Implementing a worksite wellness program can sound daunting. Where do I start? What exactly do I do? If you’re an employer, it might feel like just another thing to add to your seemingly insurmountable to-do list.
Worksite wellness programs don’t necessarily require a lot of time or money, however. They doesn’t have to be difficult. You can do it. With a little planning, organization and motivation to make a change, any employer can contribute to the health and well-being of their employees. And as research shows, it’s well worth the investment.
Consider that worksite wellness programs:
Reduce absenteeism among employees. Healthier employees take fewer sick days.
Contribute to higher employee morale. Healthier employees are happier and tend to be more productive.
Lower health care costs, saving employers money on insurance claims and premiums.
But where to begin?
For Mesa County, a committee of county employees meets monthly to plan worksite wellness programming that can be marketed to all county departments. A manager with the Mesa County Health Department oversees that group, but it’s far from her full-time job.
The group hosts a handful of challenges throughout the year.
A weight loss challenge that began in early January with weigh-ins, will wrap up in April with final weigh-outs. Employees formed teams and encouraged each other to improve their diets and exercise to drop unwanted pounds. Peer support can be a powerful motivator.
County employees also recently wrapped up a healthy hearts challenge — a six-week program that encouraged participants to drink more water, get more sleep, reduce stress and stretch, among other healthy behaviors.
At the health department, organizers supplemented weekly challenges by providing infused water in different break areas one week, fresh fruit another week and even a relaxation room a third week. Yoga classes were offered over the noon hour and daily walks were organized.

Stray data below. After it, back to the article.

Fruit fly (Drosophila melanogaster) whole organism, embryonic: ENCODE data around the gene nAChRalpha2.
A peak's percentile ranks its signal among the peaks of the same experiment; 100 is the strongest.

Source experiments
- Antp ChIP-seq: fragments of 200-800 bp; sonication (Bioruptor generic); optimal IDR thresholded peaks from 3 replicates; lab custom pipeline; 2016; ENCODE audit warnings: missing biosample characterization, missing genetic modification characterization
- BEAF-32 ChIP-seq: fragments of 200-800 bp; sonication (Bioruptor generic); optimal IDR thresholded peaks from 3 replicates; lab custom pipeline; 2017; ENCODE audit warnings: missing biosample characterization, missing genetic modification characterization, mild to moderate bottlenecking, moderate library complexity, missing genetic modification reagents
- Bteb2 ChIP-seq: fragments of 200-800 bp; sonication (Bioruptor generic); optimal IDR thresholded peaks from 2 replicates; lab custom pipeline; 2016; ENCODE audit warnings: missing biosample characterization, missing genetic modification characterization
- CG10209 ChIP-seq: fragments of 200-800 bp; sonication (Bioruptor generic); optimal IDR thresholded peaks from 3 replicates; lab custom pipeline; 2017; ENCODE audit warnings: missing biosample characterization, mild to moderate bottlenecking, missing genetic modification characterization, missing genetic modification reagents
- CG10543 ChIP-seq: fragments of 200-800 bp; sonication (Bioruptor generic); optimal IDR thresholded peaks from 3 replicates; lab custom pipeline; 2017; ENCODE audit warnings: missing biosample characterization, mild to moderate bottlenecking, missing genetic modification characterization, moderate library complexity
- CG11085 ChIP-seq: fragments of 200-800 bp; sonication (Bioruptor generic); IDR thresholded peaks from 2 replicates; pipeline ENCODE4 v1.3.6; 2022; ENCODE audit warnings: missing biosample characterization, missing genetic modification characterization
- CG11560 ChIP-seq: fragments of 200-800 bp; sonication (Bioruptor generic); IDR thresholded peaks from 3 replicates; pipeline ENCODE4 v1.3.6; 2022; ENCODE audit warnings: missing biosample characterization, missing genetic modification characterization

The yoga classes, which employees paid for because they were taught by a local instructor, were popular enough they will continue later this spring — as will the mid-afternoon walks.
Other worksite wellness challenges the county hosts for its employees throughout the year include a stress challenge aimed at helping employees lower stress levels; a marathon challenge that encourages employees to log the miles they walk, run or bike; and a bike-to-work challenge that includes participation in a bike-to-work day in June.
The health department offers a community worksite wellness group that can provide resources to local employers interested in implementing worksite wellness programs. For more information, send an e-mail to email@example.com.
If programmatic offerings such as challenges aren’t your cup of tea, however, there are other ways to promote healthy lifestyles for employees:
Implement a no-smoking policy and offer resources to help employees quit. For resources and more information on quitting smoking, visit the website at www.tobaccofreeco.org.
Serve salads or lighter sandwiches during lunch meetings at work. That could serve as the beginning of a culture change.
Allow flexible work schedules and telecommuting.
Organize group walks or stretches.
Make sure vending machines offer healthy options. Consider removing chips, soda and other unhealthy snack items.
Encourage employees to take the stairs. Consider the StairWELL to Better Health project. In 1998, the Centers for Disease Control and Prevention conducted a study to see if making physical changes to a stairwell at an Atlanta company would increase the number of people who chose the stairs over the elevator. Over three and a half years, the stairwell was painted and carpeted, framed artwork and motivational signs were hung and music was pumped into the stairwell. The stairs had become a more inviting space and more employees used them. For more information, visit www.cdc.gov and type “StairWELL” into the search bar at the top right-hand corner of the page.
The bottom line with worksite wellness is that anything counts. Start somewhere and you’ll discover little steps can add up to big differences.